Hello, everyone, and welcome to my newest feature, An Evening with Klaus Kinski. For the next two months I’ll be talking about some of my favorite Kinski films, and a few new ones that I haven’t seen yet. When it comes to actors or directors, I love someone with a big personality, and they just don’t get much bigger than Klaus. His performances are always larger than life, and his off screen antics were sometimes even crazier. In the course of tonight’s film alone, Kinski shot off a man’s fingertip, almost killed another with a sword, and cause the director to threaten to shoot him. The film I’m speaking of isAguirre, Wrath of God, his first with frequent collaborator Werner Herzog. His fevered performance made me a die hard fan, and I hope that my review will encourage a few folks to check out this flick.
The titular Aguirre, played by Klaus Kinski, is part of Fernando Pizarro’s expedition into the rainforests of South American in search of El Dorado, the fabled lost city of gold. When Pizarro finds his group hopelessly lost, he sends out a group of forty men to scout ahead for supplies or information on their quest. He gives leadership of the group to Don Pedro (Ruy Guerra) who is accompanied by his wife Inez (Helena Rojo). Pizarro also dispatches Aguirre, his daughter Flores (Cecilia Rivera), Brother Gaspar (Del Negro), and Guzman (Peter Berling) to join the exploratory force. Almost as soon as they depart, they find themselves beset with troubles from the raging rapids and Indian attacks. Aguirre soon undermines Don Pedro’s authority causing to the leader being shot and his second in command being imprisoned. Aguirre plans to have the easily controlled Guzman installed as the “Emperor of El Dorado”, but soon Guzman is caught up in his part and becomes mad with power. As they continue down the river, things go from really bad to much, much worse, and Aguirre’s quest for fame and power leads all to a bitter end.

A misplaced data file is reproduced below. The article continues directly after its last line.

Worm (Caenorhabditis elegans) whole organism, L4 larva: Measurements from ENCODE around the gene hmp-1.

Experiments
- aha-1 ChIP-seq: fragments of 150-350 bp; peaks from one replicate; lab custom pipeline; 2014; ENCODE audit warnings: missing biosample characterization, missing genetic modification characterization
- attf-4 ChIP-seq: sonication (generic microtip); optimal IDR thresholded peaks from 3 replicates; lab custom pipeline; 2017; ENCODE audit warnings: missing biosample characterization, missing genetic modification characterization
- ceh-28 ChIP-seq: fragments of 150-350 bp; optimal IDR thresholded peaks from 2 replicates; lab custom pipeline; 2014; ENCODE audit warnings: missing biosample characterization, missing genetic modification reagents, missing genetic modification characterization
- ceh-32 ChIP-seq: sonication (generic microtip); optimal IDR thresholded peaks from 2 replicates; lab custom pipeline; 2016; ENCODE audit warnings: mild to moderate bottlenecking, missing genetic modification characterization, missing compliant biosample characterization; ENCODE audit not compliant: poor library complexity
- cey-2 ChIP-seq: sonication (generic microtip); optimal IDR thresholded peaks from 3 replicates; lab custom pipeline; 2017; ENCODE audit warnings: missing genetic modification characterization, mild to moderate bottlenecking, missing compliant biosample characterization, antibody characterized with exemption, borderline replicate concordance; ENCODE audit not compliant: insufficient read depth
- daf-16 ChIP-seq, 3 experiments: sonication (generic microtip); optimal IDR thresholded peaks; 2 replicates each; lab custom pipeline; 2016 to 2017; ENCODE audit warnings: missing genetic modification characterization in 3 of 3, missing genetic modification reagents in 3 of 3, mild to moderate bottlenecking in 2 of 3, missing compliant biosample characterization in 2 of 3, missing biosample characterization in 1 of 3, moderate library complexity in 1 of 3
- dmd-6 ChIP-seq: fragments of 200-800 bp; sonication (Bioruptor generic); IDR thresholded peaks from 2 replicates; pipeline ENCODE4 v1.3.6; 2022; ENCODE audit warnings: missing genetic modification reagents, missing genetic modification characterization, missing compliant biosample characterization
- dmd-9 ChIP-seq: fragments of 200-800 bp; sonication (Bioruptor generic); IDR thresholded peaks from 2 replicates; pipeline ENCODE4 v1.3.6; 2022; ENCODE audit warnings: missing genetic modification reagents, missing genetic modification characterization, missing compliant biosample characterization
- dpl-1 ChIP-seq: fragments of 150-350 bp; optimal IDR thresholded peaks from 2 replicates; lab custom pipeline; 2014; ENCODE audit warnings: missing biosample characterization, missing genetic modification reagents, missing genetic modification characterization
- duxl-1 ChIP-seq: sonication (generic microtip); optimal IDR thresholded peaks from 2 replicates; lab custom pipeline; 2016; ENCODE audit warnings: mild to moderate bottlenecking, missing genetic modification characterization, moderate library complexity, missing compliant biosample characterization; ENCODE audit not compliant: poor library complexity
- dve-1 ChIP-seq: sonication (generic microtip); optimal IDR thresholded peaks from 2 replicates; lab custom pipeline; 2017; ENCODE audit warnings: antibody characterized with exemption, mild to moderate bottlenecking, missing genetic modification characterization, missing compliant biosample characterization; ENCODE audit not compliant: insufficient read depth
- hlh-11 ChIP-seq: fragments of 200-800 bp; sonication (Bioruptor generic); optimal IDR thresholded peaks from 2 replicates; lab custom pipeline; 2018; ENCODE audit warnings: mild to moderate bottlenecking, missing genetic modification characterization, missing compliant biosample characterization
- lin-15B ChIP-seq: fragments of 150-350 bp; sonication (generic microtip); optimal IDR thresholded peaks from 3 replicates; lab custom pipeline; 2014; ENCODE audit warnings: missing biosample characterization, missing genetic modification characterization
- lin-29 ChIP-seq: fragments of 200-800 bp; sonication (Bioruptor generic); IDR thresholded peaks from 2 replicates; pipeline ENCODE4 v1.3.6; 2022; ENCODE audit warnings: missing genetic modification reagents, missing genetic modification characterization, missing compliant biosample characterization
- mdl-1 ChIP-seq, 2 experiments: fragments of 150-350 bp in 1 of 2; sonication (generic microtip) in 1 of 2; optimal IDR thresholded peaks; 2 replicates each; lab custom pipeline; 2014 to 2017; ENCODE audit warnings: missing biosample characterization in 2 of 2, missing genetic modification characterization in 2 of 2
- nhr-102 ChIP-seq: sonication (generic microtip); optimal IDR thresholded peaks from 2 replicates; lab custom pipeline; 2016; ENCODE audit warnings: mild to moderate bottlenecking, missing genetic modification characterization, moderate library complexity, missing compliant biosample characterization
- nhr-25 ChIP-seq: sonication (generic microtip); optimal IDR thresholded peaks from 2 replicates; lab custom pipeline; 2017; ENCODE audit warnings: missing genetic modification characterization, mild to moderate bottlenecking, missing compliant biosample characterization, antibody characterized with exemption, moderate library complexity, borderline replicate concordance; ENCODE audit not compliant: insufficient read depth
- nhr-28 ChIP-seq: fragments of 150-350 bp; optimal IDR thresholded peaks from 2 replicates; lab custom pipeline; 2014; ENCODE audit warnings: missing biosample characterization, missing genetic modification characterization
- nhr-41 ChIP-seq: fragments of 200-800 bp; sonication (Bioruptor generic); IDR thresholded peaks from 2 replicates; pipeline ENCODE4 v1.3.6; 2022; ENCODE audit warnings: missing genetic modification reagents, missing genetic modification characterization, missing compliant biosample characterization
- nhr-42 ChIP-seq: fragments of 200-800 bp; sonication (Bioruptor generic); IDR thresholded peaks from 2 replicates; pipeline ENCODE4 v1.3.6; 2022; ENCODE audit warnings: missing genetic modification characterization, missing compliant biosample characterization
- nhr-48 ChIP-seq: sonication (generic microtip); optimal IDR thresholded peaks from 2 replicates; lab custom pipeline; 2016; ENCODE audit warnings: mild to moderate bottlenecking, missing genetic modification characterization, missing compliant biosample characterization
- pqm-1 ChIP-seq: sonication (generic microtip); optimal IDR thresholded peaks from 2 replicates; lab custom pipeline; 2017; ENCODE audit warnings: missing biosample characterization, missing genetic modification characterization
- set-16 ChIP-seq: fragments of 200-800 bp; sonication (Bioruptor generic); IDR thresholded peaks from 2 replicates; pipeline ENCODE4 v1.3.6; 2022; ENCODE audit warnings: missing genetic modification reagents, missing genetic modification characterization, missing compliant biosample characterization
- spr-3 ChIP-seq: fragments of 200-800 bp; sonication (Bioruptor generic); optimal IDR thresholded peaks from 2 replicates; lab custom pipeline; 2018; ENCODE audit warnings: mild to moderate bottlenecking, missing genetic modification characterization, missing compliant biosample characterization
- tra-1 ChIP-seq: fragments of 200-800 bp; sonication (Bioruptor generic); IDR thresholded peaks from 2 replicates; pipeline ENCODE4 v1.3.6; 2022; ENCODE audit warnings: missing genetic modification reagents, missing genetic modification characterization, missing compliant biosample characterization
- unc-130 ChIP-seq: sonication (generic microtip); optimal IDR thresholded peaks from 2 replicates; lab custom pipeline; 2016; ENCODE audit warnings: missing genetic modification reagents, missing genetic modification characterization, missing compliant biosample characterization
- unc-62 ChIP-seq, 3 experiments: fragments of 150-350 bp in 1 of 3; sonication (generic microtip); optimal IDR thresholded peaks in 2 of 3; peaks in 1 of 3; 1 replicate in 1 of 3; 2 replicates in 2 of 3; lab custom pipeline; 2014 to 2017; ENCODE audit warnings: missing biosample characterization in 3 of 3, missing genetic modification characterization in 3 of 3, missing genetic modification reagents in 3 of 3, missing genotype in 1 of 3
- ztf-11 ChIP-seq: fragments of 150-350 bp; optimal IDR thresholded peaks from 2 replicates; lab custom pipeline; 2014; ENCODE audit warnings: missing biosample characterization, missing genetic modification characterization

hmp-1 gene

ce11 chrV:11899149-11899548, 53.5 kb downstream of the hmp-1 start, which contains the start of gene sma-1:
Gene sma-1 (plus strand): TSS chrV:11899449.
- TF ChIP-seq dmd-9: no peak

Aguirre, Wrath of God may sound like a historical epic, but don’t let that discourage you from the film. While the setting may be the 16th century Amazonian jungle, the film’s real journey is an unsettling decent into madness. In some ways, it could even be considered a horror film exploring the horrors that erupt in men’s minds in a quest for glory and power. Aguirre, Wrath of God made its debut in 1972, the same year Unberto Lenzi delved into the jungles with his film The Man from Deep River and kicked off the Italian cannibal genre. While Aguirre and his companions have a run in with cannibals and quite a few hostile native peoples, Herzog stops short of graphic violence and cannibalistic mayhem choosing to augment his films with creepy imagery. Aguirre is also set apart from its Italian counterparts is the lack of animal violence. In fact, it was quite the opposite as Kinski was bitten by the monkeys that shared one of his climatic scenes. Lenzi and Herzog made two vastly dissimilar films, but both involve western peoples invading the primordial jungles and finding themselves in over their heads.